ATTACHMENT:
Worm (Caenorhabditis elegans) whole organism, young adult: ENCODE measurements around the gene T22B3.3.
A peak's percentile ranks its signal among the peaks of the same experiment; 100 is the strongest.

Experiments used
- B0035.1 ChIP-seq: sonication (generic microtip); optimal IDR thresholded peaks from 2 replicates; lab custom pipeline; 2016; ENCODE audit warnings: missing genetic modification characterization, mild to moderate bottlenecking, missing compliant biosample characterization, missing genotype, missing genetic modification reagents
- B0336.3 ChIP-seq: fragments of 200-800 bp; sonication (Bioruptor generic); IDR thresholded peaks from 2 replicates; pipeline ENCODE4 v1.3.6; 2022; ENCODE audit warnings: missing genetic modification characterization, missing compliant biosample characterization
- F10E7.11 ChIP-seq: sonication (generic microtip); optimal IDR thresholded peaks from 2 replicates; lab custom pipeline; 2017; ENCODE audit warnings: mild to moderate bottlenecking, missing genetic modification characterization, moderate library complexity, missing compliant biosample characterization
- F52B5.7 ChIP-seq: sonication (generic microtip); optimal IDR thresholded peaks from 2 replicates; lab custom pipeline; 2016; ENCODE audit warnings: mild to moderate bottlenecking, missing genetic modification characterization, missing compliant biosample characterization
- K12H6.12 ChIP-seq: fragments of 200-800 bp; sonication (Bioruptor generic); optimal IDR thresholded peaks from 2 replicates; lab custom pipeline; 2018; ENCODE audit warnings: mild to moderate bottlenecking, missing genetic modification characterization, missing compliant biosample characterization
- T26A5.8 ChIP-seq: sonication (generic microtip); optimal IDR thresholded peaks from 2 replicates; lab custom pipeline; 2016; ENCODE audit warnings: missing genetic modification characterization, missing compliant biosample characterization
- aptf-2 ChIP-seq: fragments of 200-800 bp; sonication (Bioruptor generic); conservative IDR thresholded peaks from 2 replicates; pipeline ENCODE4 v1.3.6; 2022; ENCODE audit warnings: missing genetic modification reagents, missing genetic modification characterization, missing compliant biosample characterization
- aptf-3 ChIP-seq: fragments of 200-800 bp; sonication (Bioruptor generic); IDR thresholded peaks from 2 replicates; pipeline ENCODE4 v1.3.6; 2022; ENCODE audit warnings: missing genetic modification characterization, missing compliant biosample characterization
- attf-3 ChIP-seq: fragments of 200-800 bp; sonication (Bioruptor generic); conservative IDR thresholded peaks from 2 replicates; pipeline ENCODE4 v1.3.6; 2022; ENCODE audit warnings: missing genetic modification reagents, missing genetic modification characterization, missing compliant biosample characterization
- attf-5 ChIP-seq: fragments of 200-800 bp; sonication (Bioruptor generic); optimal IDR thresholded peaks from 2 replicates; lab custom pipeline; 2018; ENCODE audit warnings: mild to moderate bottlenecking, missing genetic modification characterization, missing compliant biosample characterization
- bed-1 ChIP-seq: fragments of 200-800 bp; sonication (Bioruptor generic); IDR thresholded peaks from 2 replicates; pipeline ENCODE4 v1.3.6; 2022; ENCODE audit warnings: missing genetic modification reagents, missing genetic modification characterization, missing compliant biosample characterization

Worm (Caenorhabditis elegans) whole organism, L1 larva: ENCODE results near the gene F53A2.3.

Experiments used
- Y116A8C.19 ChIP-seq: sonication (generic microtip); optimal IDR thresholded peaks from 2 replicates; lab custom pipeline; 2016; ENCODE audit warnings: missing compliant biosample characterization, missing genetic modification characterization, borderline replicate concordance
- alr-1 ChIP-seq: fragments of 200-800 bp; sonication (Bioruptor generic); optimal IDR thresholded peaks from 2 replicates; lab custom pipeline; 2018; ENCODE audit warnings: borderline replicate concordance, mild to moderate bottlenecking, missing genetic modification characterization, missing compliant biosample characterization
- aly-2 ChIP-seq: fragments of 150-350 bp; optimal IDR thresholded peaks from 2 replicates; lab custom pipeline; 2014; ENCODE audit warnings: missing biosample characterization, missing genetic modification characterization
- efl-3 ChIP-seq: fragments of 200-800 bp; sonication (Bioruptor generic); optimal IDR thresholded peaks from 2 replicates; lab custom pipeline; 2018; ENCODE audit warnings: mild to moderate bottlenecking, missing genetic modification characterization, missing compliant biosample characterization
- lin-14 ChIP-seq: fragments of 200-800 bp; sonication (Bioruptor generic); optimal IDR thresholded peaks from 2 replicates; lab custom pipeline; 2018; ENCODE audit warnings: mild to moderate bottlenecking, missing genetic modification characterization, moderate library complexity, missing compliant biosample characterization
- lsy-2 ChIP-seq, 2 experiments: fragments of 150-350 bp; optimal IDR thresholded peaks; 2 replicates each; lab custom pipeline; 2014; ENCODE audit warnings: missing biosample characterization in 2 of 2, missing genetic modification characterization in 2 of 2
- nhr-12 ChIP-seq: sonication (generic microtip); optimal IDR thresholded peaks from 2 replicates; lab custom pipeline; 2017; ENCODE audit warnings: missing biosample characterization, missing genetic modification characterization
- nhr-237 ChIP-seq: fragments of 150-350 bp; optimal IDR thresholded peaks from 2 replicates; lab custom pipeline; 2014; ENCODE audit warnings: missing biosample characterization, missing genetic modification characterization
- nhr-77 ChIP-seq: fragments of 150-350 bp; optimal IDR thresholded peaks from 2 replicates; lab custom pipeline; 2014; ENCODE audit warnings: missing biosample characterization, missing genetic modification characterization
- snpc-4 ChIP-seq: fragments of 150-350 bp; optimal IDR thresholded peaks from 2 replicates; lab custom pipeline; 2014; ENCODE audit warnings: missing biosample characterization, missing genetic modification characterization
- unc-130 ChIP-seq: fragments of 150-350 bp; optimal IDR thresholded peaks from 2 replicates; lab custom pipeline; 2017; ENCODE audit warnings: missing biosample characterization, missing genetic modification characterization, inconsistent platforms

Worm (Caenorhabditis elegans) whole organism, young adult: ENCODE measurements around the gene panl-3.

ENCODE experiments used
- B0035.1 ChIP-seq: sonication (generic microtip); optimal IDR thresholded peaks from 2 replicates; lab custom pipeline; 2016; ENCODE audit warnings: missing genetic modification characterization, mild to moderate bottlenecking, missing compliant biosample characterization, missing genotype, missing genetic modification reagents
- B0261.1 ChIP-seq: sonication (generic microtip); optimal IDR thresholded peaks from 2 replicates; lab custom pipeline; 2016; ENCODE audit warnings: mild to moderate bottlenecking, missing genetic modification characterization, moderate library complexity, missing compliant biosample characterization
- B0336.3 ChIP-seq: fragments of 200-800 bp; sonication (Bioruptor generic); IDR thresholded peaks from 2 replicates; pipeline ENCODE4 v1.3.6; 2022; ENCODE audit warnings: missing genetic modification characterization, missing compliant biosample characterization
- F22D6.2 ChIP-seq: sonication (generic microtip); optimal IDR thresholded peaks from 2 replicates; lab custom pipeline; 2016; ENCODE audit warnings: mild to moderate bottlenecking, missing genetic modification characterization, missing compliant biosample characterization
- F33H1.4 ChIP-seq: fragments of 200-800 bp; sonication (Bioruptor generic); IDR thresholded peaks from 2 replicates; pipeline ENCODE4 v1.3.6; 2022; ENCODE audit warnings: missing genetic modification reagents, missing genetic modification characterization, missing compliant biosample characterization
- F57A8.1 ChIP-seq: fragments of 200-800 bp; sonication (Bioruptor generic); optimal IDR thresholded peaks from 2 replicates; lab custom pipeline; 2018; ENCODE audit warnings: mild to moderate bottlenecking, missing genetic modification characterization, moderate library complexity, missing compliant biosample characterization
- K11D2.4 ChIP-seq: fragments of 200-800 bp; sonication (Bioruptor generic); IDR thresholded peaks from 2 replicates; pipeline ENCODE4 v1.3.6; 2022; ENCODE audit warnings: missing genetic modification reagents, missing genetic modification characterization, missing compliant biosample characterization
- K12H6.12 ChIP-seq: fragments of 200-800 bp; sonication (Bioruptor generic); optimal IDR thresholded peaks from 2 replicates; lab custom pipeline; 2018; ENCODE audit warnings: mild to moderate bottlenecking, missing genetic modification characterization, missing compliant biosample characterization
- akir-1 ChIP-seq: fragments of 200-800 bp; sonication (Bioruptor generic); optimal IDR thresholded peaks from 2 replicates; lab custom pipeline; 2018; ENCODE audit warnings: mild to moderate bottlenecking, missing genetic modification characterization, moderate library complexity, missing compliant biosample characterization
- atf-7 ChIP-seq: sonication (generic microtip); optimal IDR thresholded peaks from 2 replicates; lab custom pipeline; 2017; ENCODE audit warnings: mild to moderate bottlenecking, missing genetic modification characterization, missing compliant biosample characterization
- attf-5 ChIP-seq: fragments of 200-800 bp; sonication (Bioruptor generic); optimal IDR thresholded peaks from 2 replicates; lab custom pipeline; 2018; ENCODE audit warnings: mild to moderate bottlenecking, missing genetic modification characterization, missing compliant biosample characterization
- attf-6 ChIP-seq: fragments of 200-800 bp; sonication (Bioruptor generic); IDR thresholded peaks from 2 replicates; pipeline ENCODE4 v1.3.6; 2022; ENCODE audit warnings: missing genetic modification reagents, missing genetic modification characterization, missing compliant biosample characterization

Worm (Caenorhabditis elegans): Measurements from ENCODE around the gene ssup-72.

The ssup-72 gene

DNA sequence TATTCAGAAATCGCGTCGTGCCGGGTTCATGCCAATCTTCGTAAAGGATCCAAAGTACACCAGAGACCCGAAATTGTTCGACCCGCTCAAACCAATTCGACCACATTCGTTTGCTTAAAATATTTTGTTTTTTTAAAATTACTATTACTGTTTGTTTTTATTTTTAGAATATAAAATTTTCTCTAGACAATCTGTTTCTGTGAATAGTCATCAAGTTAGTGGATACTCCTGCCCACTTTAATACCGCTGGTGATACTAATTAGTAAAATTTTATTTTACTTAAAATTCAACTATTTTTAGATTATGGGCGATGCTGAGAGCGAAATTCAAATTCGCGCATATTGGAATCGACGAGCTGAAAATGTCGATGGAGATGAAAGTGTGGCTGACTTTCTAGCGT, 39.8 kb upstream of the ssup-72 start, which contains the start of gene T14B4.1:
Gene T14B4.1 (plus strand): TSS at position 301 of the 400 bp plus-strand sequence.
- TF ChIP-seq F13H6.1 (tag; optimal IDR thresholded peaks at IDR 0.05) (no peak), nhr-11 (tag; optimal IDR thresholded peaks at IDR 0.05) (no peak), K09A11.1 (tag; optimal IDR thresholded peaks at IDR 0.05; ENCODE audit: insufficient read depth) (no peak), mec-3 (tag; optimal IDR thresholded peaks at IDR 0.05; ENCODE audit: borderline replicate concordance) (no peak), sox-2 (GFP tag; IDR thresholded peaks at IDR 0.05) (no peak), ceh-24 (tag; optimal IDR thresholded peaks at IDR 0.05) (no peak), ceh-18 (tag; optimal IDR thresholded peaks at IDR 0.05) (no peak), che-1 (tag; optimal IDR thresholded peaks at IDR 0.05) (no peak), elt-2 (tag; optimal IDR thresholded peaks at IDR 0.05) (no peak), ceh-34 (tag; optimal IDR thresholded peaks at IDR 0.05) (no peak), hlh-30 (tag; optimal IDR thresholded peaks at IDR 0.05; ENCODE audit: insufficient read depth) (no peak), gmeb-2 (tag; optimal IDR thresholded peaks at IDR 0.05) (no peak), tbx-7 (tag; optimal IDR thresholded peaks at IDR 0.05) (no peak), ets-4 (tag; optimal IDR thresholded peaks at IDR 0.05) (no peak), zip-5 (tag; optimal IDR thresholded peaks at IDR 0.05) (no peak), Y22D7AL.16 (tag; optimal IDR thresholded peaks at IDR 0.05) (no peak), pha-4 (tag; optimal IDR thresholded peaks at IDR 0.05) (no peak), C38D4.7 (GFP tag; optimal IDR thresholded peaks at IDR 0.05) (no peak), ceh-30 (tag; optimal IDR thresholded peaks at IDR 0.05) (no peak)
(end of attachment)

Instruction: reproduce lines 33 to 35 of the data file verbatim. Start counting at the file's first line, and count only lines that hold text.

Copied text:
- F22D6.2 ChIP-seq: sonication (generic microtip); optimal IDR thresholded peaks from 2 replicates; lab custom pipeline; 2016; ENCODE audit warnings: mild to moderate bottlenecking, missing genetic modification characterization, missing compliant biosample characterization
- F33H1.4 ChIP-seq: fragments of 200-800 bp; sonication (Bioruptor generic); IDR thresholded peaks from 2 replicates; pipeline ENCODE4 v1.3.6; 2022; ENCODE audit warnings: missing genetic modification reagents, missing genetic modification characterization, missing compliant biosample characterization
- F57A8.1 ChIP-seq: fragments of 200-800 bp; sonication (Bioruptor generic); optimal IDR thresholded peaks from 2 replicates; lab custom pipeline; 2018; ENCODE audit warnings: mild to moderate bottlenecking, missing genetic modification characterization, moderate library complexity, missing compliant biosample characterization